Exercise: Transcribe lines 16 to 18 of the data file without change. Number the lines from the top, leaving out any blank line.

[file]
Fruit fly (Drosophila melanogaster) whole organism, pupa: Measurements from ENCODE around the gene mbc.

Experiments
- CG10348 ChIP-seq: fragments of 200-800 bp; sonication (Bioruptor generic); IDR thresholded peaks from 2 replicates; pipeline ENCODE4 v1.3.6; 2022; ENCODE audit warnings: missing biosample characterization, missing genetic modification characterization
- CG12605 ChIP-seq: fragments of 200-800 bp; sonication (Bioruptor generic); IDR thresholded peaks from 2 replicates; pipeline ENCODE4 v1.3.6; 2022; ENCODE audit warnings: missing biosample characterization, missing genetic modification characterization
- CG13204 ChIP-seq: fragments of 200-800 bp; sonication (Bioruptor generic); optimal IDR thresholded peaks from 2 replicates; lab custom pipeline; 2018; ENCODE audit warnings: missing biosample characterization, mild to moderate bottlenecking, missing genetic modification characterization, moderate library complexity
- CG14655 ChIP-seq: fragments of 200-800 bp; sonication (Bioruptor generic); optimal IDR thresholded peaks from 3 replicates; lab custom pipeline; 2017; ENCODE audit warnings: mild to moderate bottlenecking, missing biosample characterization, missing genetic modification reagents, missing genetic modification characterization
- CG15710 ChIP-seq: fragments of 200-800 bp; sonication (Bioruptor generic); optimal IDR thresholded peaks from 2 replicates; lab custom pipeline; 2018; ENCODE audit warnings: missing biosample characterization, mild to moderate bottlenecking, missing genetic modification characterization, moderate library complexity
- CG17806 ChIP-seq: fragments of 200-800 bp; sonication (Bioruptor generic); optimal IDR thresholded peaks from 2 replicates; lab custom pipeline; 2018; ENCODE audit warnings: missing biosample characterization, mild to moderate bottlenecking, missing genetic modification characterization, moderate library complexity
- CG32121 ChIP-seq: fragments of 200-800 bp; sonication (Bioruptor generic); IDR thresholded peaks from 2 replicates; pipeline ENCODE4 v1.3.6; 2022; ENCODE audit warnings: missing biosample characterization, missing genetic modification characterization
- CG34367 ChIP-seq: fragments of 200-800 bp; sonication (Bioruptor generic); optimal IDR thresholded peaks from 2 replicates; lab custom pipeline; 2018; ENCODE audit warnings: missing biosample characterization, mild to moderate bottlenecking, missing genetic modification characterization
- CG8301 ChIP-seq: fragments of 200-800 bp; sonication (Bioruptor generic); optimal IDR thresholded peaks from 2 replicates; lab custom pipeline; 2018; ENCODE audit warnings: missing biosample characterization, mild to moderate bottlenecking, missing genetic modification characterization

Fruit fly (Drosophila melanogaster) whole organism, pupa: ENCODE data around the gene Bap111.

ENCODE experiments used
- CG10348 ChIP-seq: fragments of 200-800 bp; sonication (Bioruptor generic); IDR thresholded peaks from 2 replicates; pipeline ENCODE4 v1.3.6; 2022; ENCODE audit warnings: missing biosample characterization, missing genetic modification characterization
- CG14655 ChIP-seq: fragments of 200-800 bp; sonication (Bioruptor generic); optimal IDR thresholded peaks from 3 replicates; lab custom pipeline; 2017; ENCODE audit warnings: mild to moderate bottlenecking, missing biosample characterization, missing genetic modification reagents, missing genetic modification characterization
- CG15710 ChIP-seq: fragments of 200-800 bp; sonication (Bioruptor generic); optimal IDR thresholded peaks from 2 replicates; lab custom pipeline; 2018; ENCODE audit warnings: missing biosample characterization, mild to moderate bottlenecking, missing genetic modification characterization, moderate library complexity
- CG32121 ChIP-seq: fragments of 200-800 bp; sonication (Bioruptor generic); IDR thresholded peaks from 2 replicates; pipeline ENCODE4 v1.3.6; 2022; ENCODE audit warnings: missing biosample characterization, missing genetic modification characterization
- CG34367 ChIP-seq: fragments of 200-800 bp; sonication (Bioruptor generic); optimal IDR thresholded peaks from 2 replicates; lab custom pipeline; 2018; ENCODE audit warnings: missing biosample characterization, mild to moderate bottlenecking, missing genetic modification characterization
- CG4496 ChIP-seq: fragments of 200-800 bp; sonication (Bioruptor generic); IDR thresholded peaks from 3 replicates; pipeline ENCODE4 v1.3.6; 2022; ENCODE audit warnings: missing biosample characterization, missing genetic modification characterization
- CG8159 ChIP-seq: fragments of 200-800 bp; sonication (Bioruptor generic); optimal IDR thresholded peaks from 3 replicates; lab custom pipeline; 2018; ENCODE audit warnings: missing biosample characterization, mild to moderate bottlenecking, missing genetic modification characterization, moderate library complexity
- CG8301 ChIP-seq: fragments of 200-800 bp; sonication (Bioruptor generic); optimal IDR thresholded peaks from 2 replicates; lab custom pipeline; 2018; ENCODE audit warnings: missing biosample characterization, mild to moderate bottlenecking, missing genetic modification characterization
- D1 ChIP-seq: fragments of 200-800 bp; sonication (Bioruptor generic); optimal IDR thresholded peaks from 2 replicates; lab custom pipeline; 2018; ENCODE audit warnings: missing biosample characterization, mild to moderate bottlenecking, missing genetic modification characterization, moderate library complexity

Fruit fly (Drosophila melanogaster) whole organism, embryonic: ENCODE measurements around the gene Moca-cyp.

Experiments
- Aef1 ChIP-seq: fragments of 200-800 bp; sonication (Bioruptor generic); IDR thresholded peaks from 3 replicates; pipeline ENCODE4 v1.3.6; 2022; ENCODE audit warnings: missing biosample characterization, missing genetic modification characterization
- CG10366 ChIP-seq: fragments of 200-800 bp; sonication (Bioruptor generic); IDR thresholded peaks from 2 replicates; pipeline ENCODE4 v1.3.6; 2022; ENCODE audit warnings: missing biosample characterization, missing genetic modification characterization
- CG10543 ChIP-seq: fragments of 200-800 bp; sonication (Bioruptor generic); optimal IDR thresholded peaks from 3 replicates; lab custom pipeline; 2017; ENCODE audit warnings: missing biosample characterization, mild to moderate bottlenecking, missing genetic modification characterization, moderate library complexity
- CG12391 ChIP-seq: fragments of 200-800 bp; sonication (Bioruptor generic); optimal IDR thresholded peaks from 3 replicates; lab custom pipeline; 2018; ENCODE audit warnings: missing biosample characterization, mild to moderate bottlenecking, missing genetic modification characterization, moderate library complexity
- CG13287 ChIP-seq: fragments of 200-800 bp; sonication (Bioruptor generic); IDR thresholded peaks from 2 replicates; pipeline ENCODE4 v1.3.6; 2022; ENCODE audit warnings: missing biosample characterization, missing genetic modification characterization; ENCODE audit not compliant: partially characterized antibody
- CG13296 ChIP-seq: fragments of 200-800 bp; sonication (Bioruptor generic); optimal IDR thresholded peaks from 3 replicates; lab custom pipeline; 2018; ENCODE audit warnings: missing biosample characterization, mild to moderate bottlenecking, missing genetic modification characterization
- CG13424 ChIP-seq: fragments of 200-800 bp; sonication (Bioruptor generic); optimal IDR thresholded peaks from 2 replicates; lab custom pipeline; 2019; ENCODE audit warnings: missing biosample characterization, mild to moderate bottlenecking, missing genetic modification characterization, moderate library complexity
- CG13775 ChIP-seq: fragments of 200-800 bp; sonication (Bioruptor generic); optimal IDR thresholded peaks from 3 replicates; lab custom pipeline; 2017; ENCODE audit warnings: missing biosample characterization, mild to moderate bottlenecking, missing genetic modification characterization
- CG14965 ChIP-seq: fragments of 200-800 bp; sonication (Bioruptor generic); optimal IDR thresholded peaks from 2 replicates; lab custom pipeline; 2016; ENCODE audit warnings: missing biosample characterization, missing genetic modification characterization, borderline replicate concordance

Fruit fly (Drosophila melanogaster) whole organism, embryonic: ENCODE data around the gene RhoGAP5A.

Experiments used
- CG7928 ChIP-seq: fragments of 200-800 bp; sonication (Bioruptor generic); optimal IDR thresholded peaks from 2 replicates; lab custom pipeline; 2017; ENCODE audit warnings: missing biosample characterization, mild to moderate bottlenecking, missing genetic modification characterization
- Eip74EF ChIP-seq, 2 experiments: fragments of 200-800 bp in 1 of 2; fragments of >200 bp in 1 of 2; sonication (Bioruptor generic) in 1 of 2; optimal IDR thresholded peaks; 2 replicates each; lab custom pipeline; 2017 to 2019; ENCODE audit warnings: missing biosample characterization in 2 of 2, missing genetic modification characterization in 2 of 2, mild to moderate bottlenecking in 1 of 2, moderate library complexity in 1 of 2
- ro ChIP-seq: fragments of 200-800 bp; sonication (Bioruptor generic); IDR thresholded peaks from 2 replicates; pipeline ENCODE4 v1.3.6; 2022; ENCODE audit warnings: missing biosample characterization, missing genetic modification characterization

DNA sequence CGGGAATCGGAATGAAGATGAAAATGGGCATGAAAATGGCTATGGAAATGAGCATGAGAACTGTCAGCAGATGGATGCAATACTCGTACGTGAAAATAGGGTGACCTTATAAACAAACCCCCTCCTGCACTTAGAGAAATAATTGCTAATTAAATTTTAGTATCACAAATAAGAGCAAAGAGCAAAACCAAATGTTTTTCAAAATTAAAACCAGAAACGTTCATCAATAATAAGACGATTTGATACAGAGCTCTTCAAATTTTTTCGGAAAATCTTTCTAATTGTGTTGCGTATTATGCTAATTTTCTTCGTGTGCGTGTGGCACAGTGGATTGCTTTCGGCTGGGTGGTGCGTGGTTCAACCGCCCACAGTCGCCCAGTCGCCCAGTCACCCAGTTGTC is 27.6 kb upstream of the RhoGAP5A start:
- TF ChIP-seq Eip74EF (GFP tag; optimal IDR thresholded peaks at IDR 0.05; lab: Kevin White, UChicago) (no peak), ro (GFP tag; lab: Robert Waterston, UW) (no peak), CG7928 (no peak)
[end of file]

- CG15710 ChIP-seq: fragments of 200-800 bp; sonication (Bioruptor generic); optimal IDR thresholded peaks from 2 replicates; lab custom pipeline; 2018; ENCODE audit warnings: missing biosample characterization, mild to moderate bottlenecking, missing genetic modification characterization, moderate library complexity
- CG32121 ChIP-seq: fragments of 200-800 bp; sonication (Bioruptor generic); IDR thresholded peaks from 2 replicates; pipeline ENCODE4 v1.3.6; 2022; ENCODE audit warnings: missing biosample characterization, missing genetic modification characterization
- CG34367 ChIP-seq: fragments of 200-800 bp; sonication (Bioruptor generic); optimal IDR thresholded peaks from 2 replicates; lab custom pipeline; 2018; ENCODE audit warnings: missing biosample characterization, mild to moderate bottlenecking, missing genetic modification characterization